Peter Gabriel Releasing First Four Albums on Double 45rpm 180 Gram Vinyl

Peter Gabriel announced the October 2nd, 2015 release of his first four albums on 180 gram vinyl cut 1/2 speed at 45rpm.

These albums have not been available on vinyl since 2002 when Classic Records issued them from the original analog tapes. Also included in this release will be the long out of print Ein Deutsches Albums, which are the third and fourth album sung in German.

All four of these albums are called "Peter Gabriel" (what a funny guy!) though in America #4 was called Security. The first three have long been referred to as "Car", "Scratch" and "Melt" referring to the cover art. The first album shows Gabriel in the U.K. passenger seat of what looks like a Volvo, the second has him scratching the cover and the third is a manipulation of a Polaroid SX-70 picture before it's had a chance to "set".

Based on the detailed production description on Peter Gabriel's website it's clear the cut was sourced from 96/24 files.

The site says "The vinyl was cut by Matt Colton at Alchemy Mastering, mastered by Tony Cousins at Metropolis and overseen by Peter’s main sound engineer Richard Chappell."

In other words, Cousins mastered from tape to 96/24, Colton cut lacquers from the files and the records are pressed on 180g vinyl, though the pressing plant was not specified.

A comparison between these at 45 from files and Classic's superb Bernie Grundman cuts in real time at 33 1/3 from tape (including So cut from analog tape for the first time) should be interesting!

The gatefold imagery is sourced from the original artwork. Each of the English language LPs will be limited to 10,000 copies worldwide (the German language editions limited to 3000 each). Digital download cards will be included offering a choice of 96/24 or 44.1/16 bit files.

AnalogJ's picture

I am not all that familiar with Tony Colton's work, but I do have the Big Blue Ball set cut at 45rpm on blue vinyl and it's nothing to write home about. I'm keeping my fingers crossed that this new work will be at least as good as the Classic Records pressings, but not holding my breath either. At about $34 retail from Peter Gabriel's site when purchased in a bundle (with free shipping to the US), that's not too bad, particularly compared to what the 45rpm sets from Classic Records are going for on EBay.

ebuzz's picture

I'd like to know how you got them for $34 from PG web site? Looks to me like they're $42?

AnalogJ's picture

At the top right hand of the page, there is a dropdown menu where you can select US Dollars, Euros, or pounds Stirling. If you have pounds Stirling selected and pay that way, the price per record is far cheaper, once they have taken VAT out (and it automatically will once you put your address in, as long as you don't live in the UK).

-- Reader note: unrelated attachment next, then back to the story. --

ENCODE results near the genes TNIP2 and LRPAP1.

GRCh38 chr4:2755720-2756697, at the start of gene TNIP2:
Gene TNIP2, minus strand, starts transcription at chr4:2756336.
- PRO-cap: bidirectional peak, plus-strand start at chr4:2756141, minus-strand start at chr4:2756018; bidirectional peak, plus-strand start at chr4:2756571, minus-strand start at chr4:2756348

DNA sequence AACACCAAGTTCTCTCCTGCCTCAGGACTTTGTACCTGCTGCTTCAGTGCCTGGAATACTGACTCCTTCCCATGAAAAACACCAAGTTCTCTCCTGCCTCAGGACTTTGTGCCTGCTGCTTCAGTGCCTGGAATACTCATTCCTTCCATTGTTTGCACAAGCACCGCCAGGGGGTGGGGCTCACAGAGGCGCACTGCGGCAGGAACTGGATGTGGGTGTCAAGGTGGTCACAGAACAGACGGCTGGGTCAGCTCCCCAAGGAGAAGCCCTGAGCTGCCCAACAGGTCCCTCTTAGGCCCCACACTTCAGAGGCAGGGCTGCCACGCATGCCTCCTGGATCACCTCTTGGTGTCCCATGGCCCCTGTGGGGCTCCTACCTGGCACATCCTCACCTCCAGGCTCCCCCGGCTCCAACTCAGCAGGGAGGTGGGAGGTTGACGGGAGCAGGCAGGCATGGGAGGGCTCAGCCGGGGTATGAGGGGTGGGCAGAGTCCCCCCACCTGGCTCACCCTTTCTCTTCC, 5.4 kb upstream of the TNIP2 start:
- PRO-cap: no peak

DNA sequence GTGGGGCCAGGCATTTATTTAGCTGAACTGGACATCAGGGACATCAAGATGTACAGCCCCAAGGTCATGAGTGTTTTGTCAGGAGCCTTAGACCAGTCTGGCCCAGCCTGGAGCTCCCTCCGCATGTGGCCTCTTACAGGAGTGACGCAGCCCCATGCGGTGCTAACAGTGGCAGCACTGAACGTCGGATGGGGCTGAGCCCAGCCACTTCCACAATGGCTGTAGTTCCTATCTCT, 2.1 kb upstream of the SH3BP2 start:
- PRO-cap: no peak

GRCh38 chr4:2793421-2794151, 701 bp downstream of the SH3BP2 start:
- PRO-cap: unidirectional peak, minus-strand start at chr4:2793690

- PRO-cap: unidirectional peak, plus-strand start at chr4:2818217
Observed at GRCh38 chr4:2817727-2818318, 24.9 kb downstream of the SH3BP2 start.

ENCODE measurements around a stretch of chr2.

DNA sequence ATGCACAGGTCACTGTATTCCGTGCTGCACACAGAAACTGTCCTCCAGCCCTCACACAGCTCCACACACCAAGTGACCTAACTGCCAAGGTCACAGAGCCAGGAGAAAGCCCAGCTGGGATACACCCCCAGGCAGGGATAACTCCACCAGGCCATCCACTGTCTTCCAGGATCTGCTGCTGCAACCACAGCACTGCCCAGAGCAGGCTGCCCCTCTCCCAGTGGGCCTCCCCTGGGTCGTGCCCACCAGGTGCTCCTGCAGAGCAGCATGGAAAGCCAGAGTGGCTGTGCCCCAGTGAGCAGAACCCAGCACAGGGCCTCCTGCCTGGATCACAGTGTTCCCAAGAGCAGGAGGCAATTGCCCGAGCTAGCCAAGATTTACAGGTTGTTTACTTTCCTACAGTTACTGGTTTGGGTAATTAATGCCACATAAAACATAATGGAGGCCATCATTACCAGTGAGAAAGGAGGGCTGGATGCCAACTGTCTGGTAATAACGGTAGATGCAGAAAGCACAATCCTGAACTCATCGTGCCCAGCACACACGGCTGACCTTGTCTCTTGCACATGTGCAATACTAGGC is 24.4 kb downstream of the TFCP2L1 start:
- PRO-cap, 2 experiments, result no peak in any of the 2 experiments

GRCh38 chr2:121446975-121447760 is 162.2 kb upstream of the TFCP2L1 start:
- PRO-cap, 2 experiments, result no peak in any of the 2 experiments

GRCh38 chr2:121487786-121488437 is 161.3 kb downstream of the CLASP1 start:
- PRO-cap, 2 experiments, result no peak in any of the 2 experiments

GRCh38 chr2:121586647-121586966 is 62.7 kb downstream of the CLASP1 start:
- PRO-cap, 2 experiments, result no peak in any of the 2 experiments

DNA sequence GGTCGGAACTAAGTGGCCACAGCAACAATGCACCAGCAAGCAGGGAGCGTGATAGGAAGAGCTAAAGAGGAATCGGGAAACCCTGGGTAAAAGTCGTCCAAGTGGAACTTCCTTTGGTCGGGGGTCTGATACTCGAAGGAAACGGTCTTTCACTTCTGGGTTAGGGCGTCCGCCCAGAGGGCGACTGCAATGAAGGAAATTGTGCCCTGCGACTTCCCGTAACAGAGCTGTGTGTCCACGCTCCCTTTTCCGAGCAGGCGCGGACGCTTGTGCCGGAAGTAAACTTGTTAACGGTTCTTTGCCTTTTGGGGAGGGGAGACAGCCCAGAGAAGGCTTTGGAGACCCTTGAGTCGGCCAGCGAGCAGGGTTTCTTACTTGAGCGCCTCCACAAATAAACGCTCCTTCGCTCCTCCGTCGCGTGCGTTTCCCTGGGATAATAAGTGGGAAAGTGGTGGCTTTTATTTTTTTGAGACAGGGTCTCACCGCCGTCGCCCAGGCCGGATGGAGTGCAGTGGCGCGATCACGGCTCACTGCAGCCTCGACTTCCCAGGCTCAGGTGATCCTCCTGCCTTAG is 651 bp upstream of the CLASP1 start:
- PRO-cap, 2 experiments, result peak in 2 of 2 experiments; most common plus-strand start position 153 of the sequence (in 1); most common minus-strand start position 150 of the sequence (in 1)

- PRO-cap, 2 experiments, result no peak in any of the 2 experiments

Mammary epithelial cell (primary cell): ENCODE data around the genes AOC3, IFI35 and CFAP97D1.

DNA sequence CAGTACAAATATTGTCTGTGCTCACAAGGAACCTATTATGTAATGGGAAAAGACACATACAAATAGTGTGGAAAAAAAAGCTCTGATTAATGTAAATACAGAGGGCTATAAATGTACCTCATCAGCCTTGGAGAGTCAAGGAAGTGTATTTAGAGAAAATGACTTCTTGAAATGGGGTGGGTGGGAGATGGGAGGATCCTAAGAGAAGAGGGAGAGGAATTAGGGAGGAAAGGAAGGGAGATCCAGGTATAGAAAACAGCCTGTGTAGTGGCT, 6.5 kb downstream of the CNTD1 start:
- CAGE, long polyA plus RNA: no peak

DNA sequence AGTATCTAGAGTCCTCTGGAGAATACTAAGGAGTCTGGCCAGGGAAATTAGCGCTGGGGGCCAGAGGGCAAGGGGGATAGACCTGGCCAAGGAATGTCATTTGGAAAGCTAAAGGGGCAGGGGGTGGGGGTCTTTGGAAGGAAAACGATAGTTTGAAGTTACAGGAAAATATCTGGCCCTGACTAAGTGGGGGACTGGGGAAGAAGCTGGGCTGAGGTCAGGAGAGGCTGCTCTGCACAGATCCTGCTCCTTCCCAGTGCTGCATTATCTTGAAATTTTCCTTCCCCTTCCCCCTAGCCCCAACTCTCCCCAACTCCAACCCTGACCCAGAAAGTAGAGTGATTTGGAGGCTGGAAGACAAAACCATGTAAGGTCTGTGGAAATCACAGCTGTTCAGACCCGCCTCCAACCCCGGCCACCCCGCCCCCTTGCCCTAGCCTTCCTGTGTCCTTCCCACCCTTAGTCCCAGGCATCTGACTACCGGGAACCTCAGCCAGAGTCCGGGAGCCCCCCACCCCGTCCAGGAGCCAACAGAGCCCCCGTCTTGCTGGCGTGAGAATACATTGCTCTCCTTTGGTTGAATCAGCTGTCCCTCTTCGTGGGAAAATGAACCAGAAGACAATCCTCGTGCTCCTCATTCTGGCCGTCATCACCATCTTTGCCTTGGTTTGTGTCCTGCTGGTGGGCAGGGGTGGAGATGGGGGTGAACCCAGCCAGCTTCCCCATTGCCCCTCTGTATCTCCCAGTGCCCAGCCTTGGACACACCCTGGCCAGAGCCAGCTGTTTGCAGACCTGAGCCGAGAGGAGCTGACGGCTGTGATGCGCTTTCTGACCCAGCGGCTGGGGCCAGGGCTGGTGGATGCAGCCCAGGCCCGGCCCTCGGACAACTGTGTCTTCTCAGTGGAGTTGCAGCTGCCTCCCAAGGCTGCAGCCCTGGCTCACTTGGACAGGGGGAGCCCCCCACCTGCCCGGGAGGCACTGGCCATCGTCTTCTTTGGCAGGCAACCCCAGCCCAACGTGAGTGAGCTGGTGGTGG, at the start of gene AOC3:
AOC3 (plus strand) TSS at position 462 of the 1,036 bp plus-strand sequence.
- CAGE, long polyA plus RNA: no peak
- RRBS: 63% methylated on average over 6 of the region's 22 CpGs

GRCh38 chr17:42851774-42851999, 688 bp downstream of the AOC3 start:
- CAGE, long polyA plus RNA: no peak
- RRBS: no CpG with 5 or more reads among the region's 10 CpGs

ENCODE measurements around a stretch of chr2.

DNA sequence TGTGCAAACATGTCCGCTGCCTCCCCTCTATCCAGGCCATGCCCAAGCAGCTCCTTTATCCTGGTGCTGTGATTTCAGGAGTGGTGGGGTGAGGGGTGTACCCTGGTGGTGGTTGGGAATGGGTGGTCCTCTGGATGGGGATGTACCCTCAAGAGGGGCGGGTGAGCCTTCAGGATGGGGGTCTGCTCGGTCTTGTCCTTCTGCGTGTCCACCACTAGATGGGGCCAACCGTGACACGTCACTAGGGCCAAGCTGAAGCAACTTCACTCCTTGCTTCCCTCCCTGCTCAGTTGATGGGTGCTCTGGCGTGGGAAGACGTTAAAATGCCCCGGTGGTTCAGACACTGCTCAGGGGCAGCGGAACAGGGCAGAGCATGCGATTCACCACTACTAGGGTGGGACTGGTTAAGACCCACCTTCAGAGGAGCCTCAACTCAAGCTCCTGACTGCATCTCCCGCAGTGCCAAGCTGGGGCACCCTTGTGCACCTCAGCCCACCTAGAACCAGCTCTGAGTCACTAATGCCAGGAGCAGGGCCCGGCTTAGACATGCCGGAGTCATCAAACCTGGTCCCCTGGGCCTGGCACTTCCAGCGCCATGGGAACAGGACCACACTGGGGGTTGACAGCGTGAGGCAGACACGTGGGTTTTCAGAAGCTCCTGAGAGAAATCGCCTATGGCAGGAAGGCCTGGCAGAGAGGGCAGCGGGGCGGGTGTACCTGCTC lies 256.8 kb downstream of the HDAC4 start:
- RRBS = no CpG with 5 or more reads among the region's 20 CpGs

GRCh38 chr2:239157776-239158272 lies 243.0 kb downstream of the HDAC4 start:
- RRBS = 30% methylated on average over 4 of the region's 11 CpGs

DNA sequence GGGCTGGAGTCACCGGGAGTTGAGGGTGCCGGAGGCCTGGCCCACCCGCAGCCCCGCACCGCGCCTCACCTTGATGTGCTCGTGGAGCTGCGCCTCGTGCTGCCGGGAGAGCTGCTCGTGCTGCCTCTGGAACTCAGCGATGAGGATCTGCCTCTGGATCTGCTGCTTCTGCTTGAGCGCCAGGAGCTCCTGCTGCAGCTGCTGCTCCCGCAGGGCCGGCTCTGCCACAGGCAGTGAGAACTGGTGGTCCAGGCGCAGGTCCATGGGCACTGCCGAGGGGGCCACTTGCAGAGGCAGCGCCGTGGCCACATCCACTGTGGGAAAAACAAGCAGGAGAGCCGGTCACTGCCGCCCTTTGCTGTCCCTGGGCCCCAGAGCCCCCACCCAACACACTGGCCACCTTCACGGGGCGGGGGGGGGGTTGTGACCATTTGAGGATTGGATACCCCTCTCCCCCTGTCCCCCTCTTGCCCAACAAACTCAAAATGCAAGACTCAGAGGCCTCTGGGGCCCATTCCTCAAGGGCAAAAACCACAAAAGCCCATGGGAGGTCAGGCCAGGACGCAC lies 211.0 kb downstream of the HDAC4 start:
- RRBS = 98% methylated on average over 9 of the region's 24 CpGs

avanti1960's picture

not a fan of the 45rpm LP- changing belt pulley, having to turn the record over every 10 minutes and the fact i hear outstanding sound quality from a 33-1/3 pressing.
no thanks PG. release them at 33-1/3 and i'm all in.

soundman45's picture

I'd be interested to hear the reviews when these hit the shelves. Knowing that Security was basically mixed to a PCM-F1 and that Gabriel was then the king of the 8 bit sample, I'd be interested to see if these vinyl releases are an improvement over anything released previously.

Michael Fremer's picture
I find it difficult to believe that "Security" was MIXED to a PCM-Fi as opposed to having been transferred to that and mastered from it because "So" was first issued from a similar digital source but there was an analog master tape that Classic Records used. So I find it difficult to believe that an earlier Gabriel album was MIXED to PCM-F1... In fact, the inner sleeve of Classic's reissues is an image of analog tape boxes, four double boxes of which are labeled "Peter Gabriel"
IR Shane's picture

For Security/PG4 if, as you (and I) suspect, the final mixdown was to analog, is that final analog mixdown the "original master?" Certainly the original multitrack aren't the masters as they aren't mixed or mastered. And there are many examples of recordings from the 80s that were captured digitally but mixed to analog. Would Security CDs from that era be marked as D-A-D?

In this case if they want back to the original digital multitrack and and remixed and remastered from scratch, I'd be very curious to compare this to the Classic using the analog tapes that were of course sourced from the D-A converters of yesteryear.

Unless I am missing something on the PG site however, I didn't see any indication that Car, Melt or Scratch are definitely cut from files? Did I miss that?

Luke's picture

24/96 files on Double 45rpm 180 Gram Vinyl - that's a bit like putting a little 4 cylinder engine in a Ferrari!

Wymax's picture

If it sounds better than the previous issues, that will be enough for me.

IR Shane's picture

For all-analog recordings AAA is obviously the bee's knees. But it's also not the end-all be-all as so many other decisions during mastering have as big or even bigger impact. just sayin. judge it with your ears when you hear it not your eyes three months ahead!

Catcher10's picture

I pulled the trigger and bought the PG 1-4 bundle, not a fan of 45rpm...but what the heck it's Peter Frickin Gabriel!!

Wymax's picture

I have the original PG records, they were the good quality as we know it from the day.

Later bought the complete back catalogue when Classic Records issued it, at a premium price, but was very disappointed at varying pressing quality.